Body/Language: Holly Dawson

Pool: Competition. Lido: Community. Pool: Doing. Lido: Being.’  This week’s guest writer ‘slipped into the deep end’ of Pells ‘like a letter into an envelope.’ And what a letter this is about the life of the mind and body, both…

I have tried to swim twice this month. I have also been trying to write. The two things most natural and dear to me have been notably distant. I suspect their absence is interlinked – writer’s block, swimmer’s block. They are off together in a corner sulking.

The first swimming attempt: a village pool. I get as far as the changing room. Try on two swimming costumes, look in the mirror and cry in the toilets. (I want to go back and leave a post-it note for others, saying: You are beautiful. You deserve to let yourself swim).

The second attempt: The Lewes indoor pool, new costume, a swimming hat. But where can I swim? It’s Saturday morning, a floating crèche. No lanes for adults. I can’t even clear a width.

And now, today, I’m at Pells, facing the mid-week summer-hinting blue. Slipping into the deep end like a letter into an envelope. It’s not even cold. I suddenly feel unpressured. I’m in a Louis Armstrong song now (We have all the time in the world…). An older lady with a steady elegant breaststroke, says Go first, I’m slow. I smile and decline. There’s no rush here.

I usually swim urgent and fast, a strong front crawl and a battle on each stroke. Always pushing, more laps, quicker lengths. Get my push-off to last beyond mid-pool. But that’s for indoor pools, with their tannoys, their chlorine, and good-looking swimmers. People who pout if you impede their speed. All this time, I have been mistaking breathlessness for achievement.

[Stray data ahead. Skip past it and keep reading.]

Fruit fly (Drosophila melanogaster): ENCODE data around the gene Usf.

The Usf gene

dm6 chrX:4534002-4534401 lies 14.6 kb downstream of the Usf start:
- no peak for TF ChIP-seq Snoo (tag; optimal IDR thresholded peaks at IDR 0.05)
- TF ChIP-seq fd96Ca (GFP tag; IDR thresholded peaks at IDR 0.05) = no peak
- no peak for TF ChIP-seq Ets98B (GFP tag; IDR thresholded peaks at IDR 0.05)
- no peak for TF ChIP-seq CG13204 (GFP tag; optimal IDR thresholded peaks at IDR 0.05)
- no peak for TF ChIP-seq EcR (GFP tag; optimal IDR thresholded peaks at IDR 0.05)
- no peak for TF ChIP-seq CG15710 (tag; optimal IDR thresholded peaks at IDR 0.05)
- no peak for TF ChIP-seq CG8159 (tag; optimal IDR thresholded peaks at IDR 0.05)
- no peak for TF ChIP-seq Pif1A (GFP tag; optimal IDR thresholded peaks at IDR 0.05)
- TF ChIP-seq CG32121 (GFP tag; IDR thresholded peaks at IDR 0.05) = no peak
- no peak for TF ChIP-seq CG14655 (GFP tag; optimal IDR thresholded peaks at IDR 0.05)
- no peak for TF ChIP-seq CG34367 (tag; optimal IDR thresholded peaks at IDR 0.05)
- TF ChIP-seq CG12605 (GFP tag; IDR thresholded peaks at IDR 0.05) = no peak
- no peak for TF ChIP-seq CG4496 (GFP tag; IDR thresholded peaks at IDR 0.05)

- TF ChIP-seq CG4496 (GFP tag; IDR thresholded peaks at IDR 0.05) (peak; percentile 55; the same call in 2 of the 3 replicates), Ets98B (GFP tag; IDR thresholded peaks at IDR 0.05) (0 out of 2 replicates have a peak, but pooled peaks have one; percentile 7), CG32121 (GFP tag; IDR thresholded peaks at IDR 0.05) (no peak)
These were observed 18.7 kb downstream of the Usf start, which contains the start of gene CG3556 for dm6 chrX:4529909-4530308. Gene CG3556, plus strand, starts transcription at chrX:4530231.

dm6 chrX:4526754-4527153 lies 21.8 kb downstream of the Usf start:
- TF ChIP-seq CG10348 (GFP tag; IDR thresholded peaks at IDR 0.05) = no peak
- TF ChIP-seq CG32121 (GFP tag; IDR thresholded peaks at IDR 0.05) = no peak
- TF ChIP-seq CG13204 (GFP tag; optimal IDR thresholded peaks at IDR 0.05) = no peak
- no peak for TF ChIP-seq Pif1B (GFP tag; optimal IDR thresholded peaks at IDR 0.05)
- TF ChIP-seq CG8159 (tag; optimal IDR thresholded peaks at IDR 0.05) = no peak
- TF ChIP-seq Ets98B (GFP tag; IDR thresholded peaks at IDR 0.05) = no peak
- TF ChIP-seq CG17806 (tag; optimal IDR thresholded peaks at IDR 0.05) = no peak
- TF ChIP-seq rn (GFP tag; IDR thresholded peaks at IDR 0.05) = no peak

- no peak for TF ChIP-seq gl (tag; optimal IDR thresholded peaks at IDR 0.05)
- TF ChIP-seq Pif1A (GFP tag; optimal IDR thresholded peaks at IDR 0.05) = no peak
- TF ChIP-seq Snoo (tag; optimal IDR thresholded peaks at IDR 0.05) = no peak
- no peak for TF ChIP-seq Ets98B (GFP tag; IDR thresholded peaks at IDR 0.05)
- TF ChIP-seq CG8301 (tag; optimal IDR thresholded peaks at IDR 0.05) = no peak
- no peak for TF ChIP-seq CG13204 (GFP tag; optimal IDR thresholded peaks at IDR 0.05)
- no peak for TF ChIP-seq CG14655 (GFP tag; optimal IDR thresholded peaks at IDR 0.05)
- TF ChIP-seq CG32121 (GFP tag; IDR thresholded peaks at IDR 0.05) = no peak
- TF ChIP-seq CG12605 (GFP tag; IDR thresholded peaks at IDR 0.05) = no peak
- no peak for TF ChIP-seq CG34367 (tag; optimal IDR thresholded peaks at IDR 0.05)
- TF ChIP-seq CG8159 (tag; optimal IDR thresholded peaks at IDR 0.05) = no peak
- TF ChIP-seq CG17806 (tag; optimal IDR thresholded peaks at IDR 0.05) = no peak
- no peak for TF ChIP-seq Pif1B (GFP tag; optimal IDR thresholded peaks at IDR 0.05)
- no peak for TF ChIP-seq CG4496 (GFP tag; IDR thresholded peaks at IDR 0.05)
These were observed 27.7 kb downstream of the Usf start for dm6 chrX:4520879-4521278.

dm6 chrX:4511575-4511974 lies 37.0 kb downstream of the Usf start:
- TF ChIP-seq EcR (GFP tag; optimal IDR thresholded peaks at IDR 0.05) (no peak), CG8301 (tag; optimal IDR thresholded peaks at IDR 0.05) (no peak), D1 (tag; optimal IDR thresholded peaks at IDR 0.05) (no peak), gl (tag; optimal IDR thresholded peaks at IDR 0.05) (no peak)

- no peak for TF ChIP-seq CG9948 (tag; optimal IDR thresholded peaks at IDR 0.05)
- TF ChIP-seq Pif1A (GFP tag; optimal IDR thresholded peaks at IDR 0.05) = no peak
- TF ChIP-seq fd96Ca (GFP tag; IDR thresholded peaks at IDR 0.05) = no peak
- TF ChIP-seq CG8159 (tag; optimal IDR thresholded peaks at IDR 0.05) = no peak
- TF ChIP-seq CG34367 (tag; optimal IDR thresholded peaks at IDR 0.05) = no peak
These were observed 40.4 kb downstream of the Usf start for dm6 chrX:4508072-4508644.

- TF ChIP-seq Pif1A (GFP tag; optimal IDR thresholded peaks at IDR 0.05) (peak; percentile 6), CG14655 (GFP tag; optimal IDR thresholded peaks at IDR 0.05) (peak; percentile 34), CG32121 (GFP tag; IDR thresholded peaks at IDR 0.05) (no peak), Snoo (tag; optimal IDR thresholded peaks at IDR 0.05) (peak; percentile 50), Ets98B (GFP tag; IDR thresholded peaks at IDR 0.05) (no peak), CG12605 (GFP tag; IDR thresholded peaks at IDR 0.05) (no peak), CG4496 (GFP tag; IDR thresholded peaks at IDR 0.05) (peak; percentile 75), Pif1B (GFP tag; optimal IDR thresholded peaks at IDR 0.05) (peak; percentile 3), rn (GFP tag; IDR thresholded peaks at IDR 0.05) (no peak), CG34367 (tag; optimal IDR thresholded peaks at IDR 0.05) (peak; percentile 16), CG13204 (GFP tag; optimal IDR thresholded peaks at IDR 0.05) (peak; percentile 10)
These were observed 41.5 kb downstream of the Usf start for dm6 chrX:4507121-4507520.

In Pells now, I dawdle. Switch strokes halfway. Scull on my back and take in the sky. Casually breaststroke, although I’m slow, and hear my old teacher barking about screwkicks. As I pootle, I think about language:

Pool: Fat / Lido: Strong

Pool: Perfection / Lido: Presence

Pool: Clamour / Lido: Calm

Pool: Judgement / Lido: Acceptance

Pool: Competition / Lido: Community

Pool: Doing / Lido: Being

Indoor pools make us machines. Swim with skill, in this place, at these times. Always swim in a clockwise direction. Lidos make us human. Feel the water on your skin. Smell the sky and watch the breeze. Acknowledge the existence of others. Every moment of this is real.

I wonder when indoor pools were built. Why didn’t we persevere with rivers. Something about land and industrialisation. Health and safety legislation. This most natural of acts, with its utero nostalgia, must be safe, clean, commoditised.

I swim gentle lengths, considering all this, and for the first time in ages a story comes. It arrives in a rush, rolling away with itself in my brain. I don’t want to stop swimming but I mustn’t lose this so I clamber out and get it all down in one frantic splurge. The sulking is over; my mind can make stories and my body can swim. Or my body makes stories and my mind now swims.